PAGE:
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Eilidh Whiteford, MP for Banff & Buchan

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WHITEFORD CHALLENGES PENSIONS MINISTER IN COMMONS

Monday, 14 February 2011

Banff & Buchan MP Dr Eilidh Whiteford has challenged Minister of State for Pensions Steve Webb over an anomaly in the UK Government’s proposals to increase the state pension age for women.

The SNP MP was speaking earlier today during Department for Work & Pensions Questions in the House of Commons following contact from a number of constituents who find themselves disadvantaged as a result of the planned changes.

Commenting, Dr Whiteford said:

“There are a significant number of women already past their mid-50s who have no time to make up for the lost pension income they will have been expecting as a result of the UK Government’s proposals to increase the state pension age for women to 66 by 2020. This will have unfair and disproportionate consequences for those affected.

“Many women have made financial and other plans on the basis that they were previously told that their retirement age of 60 would increase to 63 or 64. Now they are being told it will rise faster and to age 66.

“In the worst cases, some women will now find they have to wait two more years for their state pension which means they simply do not have time to make arrangements to offset the financial shortfall they will receive.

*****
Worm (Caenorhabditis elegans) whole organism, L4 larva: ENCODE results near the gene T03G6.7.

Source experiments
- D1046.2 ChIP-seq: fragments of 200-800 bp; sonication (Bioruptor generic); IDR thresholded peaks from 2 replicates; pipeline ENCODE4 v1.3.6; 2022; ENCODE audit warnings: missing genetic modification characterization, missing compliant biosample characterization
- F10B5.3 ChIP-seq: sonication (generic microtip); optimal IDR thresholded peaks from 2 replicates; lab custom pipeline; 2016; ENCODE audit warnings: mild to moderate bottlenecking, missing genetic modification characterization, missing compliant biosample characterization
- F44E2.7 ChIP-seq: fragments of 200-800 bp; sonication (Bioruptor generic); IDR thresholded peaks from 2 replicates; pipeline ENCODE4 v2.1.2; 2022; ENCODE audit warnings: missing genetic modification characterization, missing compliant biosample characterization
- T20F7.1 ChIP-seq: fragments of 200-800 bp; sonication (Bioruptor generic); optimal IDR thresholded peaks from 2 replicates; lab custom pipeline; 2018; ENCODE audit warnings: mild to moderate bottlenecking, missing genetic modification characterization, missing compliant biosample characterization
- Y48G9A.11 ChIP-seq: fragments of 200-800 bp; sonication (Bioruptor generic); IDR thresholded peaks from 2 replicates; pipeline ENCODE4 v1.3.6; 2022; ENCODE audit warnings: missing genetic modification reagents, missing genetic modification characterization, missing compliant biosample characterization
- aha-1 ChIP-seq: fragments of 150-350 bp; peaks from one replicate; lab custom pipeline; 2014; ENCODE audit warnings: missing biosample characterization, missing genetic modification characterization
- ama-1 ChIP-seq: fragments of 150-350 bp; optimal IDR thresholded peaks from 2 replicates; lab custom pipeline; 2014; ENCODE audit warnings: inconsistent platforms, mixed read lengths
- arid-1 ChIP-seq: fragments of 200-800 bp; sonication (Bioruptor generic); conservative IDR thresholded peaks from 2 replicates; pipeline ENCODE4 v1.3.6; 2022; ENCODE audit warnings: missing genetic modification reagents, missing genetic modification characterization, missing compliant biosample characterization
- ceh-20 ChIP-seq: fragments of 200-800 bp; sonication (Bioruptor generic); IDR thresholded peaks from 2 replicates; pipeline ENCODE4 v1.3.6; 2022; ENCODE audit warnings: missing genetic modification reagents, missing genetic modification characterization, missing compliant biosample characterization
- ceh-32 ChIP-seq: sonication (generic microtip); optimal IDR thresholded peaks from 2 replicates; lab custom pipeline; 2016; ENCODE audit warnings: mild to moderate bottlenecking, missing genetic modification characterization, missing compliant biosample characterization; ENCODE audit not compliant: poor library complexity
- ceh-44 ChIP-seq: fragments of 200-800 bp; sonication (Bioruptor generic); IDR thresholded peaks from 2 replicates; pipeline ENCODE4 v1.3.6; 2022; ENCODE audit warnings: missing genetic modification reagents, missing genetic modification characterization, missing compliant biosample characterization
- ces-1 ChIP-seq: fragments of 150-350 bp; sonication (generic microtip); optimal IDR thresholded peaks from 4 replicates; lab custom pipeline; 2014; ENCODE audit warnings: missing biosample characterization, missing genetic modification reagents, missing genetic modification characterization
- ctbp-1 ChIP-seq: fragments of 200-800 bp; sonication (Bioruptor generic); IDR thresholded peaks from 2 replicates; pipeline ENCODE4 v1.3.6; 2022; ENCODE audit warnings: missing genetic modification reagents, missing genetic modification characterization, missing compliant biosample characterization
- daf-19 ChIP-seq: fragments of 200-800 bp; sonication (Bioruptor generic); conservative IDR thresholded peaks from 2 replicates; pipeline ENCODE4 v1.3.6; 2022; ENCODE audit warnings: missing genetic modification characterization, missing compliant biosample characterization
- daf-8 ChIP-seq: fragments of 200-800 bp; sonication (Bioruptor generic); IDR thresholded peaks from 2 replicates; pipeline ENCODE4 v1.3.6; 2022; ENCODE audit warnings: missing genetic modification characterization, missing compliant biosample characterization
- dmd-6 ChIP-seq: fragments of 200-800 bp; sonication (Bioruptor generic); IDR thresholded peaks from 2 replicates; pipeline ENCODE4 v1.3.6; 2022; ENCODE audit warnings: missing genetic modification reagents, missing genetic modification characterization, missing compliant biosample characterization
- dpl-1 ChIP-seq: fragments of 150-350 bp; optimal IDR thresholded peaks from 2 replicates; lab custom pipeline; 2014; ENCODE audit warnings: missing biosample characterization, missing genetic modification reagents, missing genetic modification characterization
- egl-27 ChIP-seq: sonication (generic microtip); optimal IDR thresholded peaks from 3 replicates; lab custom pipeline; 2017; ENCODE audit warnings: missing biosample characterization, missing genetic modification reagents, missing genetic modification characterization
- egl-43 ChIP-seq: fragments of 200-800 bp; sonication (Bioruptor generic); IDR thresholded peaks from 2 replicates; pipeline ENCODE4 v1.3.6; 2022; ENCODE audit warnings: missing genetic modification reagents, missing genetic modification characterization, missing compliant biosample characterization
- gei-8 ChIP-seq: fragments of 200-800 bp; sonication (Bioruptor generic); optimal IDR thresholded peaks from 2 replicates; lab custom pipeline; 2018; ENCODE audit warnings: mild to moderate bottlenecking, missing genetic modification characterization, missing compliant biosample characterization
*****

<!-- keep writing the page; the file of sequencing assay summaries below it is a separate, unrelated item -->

“The Minister’s response today was inadequate and demonstrated a lack of compassion for those who have worked hard, paid their stamp and are looking forward to retirement. I will continue to press the case for my constituents who are affected.”


Extract from Hansard follows:

Steve Webb (Minister of State for Pensions): Of the 2.6 million women who are affected, 33,000 were born [in 1954]. That group will have to delay for up to two years before they receive their state pension. One reassurance I can offer is that those women will be eligible to apply for jobseeker’s allowance or employment and support allowance, so they will not be left destitute.

Dr Eilidh Whiteford (Banff and Buchan) (SNP): The Turner Commission recommended a 15-year lead-in for such changes. Those women who were born in 1954 will not benefit from that. Does the Minister think that fair?

Steve Webb (Minister of State for Pensions): The hon. Lady raises the important point that notice periods are important. The challenge we faced was that the time scale for raising state pension ages that we inherited was staggeringly leisurely. The Conservative party manifesto and the coalition agreement made it clear that we would move faster. The state pension age for men was set at 65 a century ago—I think we need to move faster.

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